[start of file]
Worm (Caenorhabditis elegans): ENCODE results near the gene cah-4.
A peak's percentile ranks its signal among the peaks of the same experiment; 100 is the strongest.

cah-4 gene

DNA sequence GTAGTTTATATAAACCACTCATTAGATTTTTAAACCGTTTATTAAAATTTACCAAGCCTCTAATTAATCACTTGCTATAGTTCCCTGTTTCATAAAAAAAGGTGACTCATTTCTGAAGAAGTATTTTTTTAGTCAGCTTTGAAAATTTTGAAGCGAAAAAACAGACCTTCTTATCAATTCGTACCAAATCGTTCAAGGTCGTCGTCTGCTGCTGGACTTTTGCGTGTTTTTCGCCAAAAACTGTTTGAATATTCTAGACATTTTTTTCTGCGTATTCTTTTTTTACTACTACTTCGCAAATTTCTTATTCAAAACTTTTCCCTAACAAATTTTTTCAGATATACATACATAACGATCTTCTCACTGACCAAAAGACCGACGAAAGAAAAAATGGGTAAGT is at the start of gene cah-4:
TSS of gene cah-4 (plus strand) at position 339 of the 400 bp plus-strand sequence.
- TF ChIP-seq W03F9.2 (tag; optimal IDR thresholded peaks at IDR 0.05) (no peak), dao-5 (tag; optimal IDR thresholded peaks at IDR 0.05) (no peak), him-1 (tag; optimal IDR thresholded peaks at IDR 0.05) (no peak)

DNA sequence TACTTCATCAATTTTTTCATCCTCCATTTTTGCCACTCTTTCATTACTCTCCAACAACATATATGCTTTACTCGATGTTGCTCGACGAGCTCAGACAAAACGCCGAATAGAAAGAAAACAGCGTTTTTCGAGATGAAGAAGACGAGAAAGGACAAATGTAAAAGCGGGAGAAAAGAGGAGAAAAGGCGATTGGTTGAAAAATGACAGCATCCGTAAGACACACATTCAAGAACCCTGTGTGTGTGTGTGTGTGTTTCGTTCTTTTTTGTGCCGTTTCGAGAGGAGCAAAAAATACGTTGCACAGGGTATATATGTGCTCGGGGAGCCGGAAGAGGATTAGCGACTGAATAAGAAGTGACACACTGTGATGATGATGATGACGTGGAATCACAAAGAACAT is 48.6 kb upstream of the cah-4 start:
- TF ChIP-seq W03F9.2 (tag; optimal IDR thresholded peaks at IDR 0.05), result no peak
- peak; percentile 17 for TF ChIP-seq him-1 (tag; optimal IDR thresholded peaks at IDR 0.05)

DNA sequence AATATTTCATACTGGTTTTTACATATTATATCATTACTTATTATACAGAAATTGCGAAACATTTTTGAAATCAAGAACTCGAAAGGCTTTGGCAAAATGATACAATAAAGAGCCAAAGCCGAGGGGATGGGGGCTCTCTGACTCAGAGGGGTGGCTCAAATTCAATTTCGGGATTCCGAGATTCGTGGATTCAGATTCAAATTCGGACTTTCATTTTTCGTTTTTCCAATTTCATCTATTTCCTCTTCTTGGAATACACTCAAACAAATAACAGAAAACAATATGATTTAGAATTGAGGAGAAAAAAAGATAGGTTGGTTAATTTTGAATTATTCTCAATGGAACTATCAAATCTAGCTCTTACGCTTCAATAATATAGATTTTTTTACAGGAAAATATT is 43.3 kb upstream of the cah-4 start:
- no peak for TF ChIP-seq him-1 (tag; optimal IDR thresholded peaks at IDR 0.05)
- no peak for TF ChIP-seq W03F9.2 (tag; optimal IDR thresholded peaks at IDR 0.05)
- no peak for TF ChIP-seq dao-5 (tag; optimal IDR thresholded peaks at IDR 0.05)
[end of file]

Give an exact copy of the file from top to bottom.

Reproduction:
Worm (Caenorhabditis elegans): ENCODE results near the gene cah-4.
A peak's percentile ranks its signal among the peaks of the same experiment; 100 is the strongest.

cah-4 gene

DNA sequence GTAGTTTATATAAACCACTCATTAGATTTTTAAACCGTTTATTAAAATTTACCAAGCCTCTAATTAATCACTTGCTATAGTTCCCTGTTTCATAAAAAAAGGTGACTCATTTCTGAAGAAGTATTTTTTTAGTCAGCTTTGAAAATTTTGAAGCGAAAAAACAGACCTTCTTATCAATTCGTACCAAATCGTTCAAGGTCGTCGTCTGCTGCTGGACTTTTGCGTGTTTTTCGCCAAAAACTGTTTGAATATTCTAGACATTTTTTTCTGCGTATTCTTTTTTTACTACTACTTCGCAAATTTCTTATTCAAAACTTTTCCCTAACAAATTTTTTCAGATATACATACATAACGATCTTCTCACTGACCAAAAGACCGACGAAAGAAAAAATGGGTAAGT is at the start of gene cah-4:
TSS of gene cah-4 (plus strand) at position 339 of the 400 bp plus-strand sequence.
- TF ChIP-seq W03F9.2 (tag; optimal IDR thresholded peaks at IDR 0.05) (no peak), dao-5 (tag; optimal IDR thresholded peaks at IDR 0.05) (no peak), him-1 (tag; optimal IDR thresholded peaks at IDR 0.05) (no peak)

DNA sequence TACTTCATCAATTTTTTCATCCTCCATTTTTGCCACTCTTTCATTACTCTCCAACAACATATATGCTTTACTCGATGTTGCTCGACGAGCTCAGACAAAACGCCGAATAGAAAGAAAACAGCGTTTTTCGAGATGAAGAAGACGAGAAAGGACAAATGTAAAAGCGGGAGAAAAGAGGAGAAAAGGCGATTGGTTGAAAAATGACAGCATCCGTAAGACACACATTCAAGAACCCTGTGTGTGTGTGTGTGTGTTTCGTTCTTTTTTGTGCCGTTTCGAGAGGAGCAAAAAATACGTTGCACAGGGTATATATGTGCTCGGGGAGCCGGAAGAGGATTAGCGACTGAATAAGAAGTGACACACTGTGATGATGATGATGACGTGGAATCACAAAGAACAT is 48.6 kb upstream of the cah-4 start:
- TF ChIP-seq W03F9.2 (tag; optimal IDR thresholded peaks at IDR 0.05), result no peak
- peak; percentile 17 for TF ChIP-seq him-1 (tag; optimal IDR thresholded peaks at IDR 0.05)

DNA sequence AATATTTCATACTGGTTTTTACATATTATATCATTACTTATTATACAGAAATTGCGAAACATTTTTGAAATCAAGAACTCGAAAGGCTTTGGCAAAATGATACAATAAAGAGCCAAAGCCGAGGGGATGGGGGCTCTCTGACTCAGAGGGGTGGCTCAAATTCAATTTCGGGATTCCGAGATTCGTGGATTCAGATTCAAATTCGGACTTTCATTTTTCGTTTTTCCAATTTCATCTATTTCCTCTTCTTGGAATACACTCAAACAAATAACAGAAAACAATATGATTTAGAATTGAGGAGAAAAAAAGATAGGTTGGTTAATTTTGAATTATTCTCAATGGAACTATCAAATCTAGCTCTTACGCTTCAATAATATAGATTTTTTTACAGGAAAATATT is 43.3 kb upstream of the cah-4 start:
- no peak for TF ChIP-seq him-1 (tag; optimal IDR thresholded peaks at IDR 0.05)
- no peak for TF ChIP-seq W03F9.2 (tag; optimal IDR thresholded peaks at IDR 0.05)
- no peak for TF ChIP-seq dao-5 (tag; optimal IDR thresholded peaks at IDR 0.05)